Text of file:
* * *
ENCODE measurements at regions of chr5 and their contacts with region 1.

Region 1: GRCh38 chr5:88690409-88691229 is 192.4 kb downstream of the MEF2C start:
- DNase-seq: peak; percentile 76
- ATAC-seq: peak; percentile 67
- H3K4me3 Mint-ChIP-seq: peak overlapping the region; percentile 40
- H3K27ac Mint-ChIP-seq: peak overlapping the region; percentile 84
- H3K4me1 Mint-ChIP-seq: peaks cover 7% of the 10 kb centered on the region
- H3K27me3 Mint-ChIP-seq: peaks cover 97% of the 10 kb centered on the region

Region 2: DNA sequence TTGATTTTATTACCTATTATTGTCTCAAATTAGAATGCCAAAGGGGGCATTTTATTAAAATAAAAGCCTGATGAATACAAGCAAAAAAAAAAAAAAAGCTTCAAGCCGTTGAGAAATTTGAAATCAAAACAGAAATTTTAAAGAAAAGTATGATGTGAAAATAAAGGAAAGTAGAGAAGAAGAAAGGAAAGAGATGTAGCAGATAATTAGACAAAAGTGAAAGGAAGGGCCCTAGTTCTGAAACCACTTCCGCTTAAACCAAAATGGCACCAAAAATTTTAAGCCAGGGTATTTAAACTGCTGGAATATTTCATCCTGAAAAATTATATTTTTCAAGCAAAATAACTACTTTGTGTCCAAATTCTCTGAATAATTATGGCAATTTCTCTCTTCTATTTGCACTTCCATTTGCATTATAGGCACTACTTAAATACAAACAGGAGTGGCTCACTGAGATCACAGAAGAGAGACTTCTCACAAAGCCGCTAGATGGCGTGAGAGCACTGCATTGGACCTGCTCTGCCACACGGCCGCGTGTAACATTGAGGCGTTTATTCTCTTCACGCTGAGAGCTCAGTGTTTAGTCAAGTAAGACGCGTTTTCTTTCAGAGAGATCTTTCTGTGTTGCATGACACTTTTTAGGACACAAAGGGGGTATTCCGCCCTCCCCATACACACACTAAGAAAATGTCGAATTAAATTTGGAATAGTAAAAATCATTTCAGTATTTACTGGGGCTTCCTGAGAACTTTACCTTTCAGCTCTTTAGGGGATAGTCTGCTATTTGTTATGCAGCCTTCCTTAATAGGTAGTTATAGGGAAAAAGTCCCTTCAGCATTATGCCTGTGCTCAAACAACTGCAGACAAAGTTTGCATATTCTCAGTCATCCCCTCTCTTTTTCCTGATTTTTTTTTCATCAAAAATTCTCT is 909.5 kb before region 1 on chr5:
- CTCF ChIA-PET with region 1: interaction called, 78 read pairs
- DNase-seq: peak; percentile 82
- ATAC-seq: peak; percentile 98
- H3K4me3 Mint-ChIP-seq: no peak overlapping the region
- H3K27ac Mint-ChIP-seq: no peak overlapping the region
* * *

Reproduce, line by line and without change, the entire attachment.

ENCODE measurements at regions of chr5 and their contacts with region 1.

Region 1: GRCh38 chr5:88690409-88691229 is 192.4 kb downstream of the MEF2C start:
- DNase-seq: peak; percentile 76
- ATAC-seq: peak; percentile 67
- H3K4me3 Mint-ChIP-seq: peak overlapping the region; percentile 40
- H3K27ac Mint-ChIP-seq: peak overlapping the region; percentile 84
- H3K4me1 Mint-ChIP-seq: peaks cover 7% of the 10 kb centered on the region
- H3K27me3 Mint-ChIP-seq: peaks cover 97% of the 10 kb centered on the region

Region 2: DNA sequence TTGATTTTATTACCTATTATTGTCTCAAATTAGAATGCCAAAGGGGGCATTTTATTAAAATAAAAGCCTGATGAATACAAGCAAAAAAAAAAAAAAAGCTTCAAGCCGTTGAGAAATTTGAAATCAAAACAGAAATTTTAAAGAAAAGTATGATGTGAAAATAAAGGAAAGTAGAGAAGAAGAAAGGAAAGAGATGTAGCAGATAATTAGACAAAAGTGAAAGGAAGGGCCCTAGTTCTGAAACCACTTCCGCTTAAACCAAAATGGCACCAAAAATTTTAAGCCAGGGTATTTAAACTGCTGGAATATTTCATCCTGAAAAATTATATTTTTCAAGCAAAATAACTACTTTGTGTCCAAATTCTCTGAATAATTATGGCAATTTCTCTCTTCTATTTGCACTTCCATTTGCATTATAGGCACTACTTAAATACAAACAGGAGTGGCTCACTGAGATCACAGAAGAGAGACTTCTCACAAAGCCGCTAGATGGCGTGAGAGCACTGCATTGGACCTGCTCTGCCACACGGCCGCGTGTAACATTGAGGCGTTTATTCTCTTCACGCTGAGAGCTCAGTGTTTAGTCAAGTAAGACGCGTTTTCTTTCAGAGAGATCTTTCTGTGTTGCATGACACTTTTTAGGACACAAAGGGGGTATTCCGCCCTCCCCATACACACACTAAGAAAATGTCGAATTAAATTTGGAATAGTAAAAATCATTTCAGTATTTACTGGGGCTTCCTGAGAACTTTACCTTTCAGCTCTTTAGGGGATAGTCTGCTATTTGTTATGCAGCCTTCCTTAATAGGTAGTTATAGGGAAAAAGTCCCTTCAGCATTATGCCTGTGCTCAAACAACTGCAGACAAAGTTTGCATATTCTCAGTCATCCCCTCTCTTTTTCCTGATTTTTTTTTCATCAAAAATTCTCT is 909.5 kb before region 1 on chr5:
- CTCF ChIA-PET with region 1: interaction called, 78 read pairs
- DNase-seq: peak; percentile 82
- ATAC-seq: peak; percentile 98
- H3K4me3 Mint-ChIP-seq: no peak overlapping the region
- H3K27ac Mint-ChIP-seq: no peak overlapping the region